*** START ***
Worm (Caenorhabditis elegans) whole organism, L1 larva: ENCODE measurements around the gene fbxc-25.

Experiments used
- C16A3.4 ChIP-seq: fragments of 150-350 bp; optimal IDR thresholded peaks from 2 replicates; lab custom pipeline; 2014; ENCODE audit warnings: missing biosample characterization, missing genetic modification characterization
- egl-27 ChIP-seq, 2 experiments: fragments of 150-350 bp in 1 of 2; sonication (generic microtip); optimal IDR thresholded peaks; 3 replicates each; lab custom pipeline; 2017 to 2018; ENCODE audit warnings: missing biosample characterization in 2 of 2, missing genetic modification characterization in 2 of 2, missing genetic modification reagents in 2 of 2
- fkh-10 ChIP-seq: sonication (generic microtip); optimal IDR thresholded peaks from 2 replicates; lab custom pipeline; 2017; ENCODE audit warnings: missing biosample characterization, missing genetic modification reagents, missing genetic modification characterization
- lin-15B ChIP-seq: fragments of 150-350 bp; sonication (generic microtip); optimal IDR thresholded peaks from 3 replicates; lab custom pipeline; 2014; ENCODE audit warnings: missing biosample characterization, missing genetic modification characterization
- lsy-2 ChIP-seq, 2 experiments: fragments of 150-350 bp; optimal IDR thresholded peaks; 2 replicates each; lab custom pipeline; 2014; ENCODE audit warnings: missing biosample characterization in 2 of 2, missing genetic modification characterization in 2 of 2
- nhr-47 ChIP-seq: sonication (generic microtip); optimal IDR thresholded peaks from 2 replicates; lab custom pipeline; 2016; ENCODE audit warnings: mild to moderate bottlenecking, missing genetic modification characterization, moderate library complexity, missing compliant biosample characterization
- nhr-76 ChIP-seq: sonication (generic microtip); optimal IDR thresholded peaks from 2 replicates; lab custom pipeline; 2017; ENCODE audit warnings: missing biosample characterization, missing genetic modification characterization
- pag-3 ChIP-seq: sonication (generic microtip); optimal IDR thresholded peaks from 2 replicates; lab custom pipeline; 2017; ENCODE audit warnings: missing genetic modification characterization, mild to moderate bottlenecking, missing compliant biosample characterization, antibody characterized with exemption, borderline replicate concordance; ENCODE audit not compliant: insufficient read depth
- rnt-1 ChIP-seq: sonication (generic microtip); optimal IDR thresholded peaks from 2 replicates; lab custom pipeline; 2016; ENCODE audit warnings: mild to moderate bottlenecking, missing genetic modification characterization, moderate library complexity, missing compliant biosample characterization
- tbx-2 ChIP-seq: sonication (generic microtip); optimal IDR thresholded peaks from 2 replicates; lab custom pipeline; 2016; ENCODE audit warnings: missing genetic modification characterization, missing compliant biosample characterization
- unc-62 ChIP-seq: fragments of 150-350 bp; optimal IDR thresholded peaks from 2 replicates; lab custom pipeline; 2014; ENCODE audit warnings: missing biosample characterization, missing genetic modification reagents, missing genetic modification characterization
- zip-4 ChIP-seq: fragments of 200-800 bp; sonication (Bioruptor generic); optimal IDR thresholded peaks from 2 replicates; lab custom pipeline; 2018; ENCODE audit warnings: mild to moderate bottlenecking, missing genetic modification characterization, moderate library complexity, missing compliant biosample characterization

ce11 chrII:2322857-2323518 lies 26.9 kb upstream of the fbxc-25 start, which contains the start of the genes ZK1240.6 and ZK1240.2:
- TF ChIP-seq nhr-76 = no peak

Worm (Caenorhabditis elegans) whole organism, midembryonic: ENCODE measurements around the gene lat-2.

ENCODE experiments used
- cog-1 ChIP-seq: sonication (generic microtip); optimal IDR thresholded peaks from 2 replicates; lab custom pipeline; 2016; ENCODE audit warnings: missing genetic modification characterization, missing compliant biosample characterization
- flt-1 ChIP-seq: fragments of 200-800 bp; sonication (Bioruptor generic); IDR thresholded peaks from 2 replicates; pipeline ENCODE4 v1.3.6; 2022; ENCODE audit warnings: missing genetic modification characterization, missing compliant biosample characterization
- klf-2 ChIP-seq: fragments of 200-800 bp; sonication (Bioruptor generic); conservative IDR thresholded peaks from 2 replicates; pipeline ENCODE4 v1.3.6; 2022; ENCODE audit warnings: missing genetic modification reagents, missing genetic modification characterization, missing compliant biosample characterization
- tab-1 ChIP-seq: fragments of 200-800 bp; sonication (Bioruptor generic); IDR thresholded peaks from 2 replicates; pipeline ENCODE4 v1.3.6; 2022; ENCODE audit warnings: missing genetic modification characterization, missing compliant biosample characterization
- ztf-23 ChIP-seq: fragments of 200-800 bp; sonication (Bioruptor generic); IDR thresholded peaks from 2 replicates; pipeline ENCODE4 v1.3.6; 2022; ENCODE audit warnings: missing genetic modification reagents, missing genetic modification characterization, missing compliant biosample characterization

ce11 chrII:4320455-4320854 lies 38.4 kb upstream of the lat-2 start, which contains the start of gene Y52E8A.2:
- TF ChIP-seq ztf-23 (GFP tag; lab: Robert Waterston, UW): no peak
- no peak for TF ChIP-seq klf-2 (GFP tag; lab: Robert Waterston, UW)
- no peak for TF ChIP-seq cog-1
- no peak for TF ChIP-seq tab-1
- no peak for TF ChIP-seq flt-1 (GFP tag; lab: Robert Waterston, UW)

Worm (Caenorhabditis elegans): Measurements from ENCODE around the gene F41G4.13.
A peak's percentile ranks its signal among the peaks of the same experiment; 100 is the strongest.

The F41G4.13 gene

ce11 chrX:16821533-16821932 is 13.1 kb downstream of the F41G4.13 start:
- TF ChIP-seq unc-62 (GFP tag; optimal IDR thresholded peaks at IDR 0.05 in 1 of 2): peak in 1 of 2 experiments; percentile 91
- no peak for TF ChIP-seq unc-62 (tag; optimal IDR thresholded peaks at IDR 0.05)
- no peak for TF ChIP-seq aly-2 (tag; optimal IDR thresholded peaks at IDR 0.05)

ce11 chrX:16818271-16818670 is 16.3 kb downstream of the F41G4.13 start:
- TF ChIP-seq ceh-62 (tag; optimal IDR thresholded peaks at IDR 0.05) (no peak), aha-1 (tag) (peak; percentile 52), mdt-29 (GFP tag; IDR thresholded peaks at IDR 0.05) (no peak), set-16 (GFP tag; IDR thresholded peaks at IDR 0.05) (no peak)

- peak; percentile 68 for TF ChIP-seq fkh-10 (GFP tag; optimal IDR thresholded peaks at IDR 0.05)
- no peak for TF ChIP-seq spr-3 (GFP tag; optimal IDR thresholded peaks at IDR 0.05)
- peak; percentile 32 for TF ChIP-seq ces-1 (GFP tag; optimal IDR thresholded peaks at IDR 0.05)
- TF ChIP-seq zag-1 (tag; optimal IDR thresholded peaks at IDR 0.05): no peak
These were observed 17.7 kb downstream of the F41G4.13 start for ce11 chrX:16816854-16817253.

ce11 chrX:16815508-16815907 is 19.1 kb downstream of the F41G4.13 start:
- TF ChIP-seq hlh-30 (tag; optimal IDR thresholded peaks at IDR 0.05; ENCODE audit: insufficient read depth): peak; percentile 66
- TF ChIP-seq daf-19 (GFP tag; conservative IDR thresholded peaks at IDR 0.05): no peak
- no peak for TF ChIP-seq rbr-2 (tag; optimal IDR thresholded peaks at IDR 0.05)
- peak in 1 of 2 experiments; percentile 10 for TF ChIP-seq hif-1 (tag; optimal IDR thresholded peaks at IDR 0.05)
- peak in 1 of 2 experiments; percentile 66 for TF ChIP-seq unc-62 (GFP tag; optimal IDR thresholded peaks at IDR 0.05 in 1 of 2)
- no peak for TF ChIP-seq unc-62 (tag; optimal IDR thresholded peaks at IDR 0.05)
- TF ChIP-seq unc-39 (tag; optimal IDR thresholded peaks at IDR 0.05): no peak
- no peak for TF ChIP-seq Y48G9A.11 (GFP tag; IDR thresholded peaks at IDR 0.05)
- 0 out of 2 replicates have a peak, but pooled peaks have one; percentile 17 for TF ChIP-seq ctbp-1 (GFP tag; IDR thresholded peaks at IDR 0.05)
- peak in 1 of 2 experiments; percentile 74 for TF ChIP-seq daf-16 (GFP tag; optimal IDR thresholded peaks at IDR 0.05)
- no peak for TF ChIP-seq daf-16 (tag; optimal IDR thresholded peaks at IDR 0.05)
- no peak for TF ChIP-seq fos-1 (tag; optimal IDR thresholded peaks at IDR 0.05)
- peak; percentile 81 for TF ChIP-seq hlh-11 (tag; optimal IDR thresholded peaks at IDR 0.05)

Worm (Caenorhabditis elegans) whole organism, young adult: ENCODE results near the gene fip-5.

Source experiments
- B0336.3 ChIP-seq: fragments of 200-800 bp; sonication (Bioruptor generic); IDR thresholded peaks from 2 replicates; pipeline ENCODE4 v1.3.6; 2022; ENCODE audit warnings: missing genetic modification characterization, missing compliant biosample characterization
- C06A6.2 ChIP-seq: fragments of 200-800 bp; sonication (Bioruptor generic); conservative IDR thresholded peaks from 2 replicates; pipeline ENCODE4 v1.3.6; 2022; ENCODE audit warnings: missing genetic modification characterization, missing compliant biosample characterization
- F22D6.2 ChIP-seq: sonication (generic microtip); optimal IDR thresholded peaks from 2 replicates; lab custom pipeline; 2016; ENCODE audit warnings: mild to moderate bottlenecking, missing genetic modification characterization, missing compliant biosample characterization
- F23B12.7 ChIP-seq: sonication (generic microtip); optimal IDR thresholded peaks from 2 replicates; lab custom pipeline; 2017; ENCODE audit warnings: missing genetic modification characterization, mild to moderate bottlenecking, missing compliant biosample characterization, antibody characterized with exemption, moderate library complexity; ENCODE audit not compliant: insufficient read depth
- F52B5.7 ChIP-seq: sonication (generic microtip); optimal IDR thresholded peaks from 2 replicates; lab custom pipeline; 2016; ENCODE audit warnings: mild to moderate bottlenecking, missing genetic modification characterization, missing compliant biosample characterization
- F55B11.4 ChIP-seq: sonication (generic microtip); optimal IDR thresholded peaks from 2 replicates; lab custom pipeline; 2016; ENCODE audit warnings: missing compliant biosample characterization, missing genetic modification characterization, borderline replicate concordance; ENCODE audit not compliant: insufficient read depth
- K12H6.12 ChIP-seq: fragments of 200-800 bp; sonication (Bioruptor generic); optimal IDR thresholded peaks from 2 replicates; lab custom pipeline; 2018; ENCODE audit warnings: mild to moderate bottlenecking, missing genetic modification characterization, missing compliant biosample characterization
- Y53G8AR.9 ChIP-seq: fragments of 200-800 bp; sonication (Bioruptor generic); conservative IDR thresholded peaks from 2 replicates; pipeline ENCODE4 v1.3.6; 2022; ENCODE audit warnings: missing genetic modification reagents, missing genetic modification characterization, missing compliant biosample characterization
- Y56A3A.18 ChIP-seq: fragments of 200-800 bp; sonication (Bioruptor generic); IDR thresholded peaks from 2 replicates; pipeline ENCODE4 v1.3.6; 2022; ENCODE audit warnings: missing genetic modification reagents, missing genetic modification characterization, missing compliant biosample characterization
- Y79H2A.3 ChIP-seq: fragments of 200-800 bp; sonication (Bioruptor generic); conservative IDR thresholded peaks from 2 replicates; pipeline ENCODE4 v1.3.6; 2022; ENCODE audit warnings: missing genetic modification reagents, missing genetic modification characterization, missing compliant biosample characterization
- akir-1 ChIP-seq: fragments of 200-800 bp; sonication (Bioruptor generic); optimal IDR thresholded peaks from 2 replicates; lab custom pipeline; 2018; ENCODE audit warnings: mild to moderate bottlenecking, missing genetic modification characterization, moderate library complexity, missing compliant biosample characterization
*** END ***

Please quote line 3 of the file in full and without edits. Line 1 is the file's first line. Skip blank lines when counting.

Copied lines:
- C16A3.4 ChIP-seq: fragments of 150-350 bp; optimal IDR thresholded peaks from 2 replicates; lab custom pipeline; 2014; ENCODE audit warnings: missing biosample characterization, missing genetic modification characterization